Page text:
Employee Retention Strategies

Preventing Turnover in the New World of Work

High turnover used to be attributed to employees wanting higher salaries and better benefits. But recent changes to the world and the workplace have shifted employees’ mindsets. 

Wages and benefits are still important. But today, employees often leave companies because they feel misaligned with workplace culture, their role lacks meaning or management undervalues them.

This recent shift has created a disconnect between executives and employees. A survey by the management consulting firm McKinsey & Company asked top leaders and employees for the biggest reasons people leave an organization. 

Executives said employees left their company for: 

  • Better compensation
  • Improved work-life balance
  • Physical or emotional health reasons

Employees cited three different reasons for leaving:

  • Not feeling valued by the company
  • Not feeling valued by their manager
  • Not having a sense of belonging at work

How to form better connections

This gap reveals a need to understand employees better and connect them to leadership. The human resources news site HRMorning recommends the following strategies to forge stronger bonds:

  • Regularly host discussion groups. There is a clear need to speak with employees, seek their feedback and act on their responses. Small discussion groups can facilitate meaningful communication and provide insights into workplace culture. Rotate participants in your discussion groups. Including employees from all levels of your organization will help you capture diverse viewpoints and a more robust picture of your workplace.
  • Make executives accessible. One way to increase accessibility is through Q&A sessions with employees. These can be live or virtual. Employees’ questions will reveal pressing issues and provide a blueprint for addressing workplace concerns. Another option is for executives to host short coffee meetings with rotating groups of employees. Limiting these meetings to ve employees will give everyone a chance to share their knowledge and experiences. 
  • Offer skip-level reviews. These are similar to performance reviews, except they are driven by employees. And instead of meeting with a supervisor, employees speak to a leader higher up in the org chart. They’re not meant to undermine or air grievances against a supervisor. Instead, they’re an opportunity to connect employees to leadership and solicit ideas. Employees feel seen, and executives are exposed to opportunities and challenges they otherwise wouldn’t see in their day-today operations.

Tailor your approach

You’ll want to customize your retention strategies based on employee feedback. But there are factors that employees almost universally desire, including: 

  • Professional development: Education and training opportunities consistently rank as a top employee benefit, according to the Wharton School of the University of Pennsylvania. In addition to increasing employee retention and engagement, professional development makes organizations more competitive and innovative. It also helps identify potential leaders and create career paths for your employees.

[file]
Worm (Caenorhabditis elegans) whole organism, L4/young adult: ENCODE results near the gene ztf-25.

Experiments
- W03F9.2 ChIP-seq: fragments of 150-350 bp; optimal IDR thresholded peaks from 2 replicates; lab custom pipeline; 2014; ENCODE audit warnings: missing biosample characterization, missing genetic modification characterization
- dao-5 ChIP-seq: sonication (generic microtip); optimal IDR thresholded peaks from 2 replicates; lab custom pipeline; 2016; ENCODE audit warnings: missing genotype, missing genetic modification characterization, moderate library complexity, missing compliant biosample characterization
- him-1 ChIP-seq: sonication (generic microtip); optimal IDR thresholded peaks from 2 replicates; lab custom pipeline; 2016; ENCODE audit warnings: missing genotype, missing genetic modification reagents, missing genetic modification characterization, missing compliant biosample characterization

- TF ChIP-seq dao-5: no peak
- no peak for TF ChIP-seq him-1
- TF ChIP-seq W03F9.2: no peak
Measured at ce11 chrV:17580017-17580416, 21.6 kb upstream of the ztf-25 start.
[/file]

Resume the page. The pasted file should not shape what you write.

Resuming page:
• Workplace exibility: Flexibility isn’t just desirable; it’s the most empowering employee benefit, according to Forbes. It ranked as highly as matching retirement contributions and time-off policies in a survey by the workplace platform company Envoy. Workplace flexibility can mean remote work, flexible hours, compressed workweeks, job sharing, sabbaticals, gradual retirement paths and more. Seek feedback to understand the types of flexibility that are most important to your employees.
  • Deeper meaning: Create opportunities to connect employees to each other and the importance of their roles. HRMorning reports that 50% of employees would leave a company for a more meaningful job. Ideas for connection include employee resource groups (ERGs), which bring together employees with similar backgrounds, experiences and interests. ERGs allow people to share insights and support each other. Best practices include having a top-level executive participate in ERGs to deepen the connection and hear directly from employees. Customer testimonials are another way to make employees proud of their work. Hearing from customers helps your employees understand the value their work brings to people’s lives and livelihoods.
  • Positive culture: A toxic company culture is the top reason employees leave, according to a survey from the job search site FlexJobs. It ranked higher than salary, bad management and work-life balance. Toxic behaviors such as belittling, bullying, harassment, stealing credit and silencing dissent must be eliminated. Transparency is essential to a positive work environment. Openly communicate about good news and bad news. Employees want to be in the know. Earning their trust is vital to retention.

Staying connected to employees needs

Amid a tight labor market and changing expectations, employee retention is more important than ever. 

For more ideas on retention strategies, talk with your benefits adviser. They can help you examine your workplace culture and employee communications. They can also identify professional development, workplace flexibility and other benefit opportunities to engage and retain your employees.

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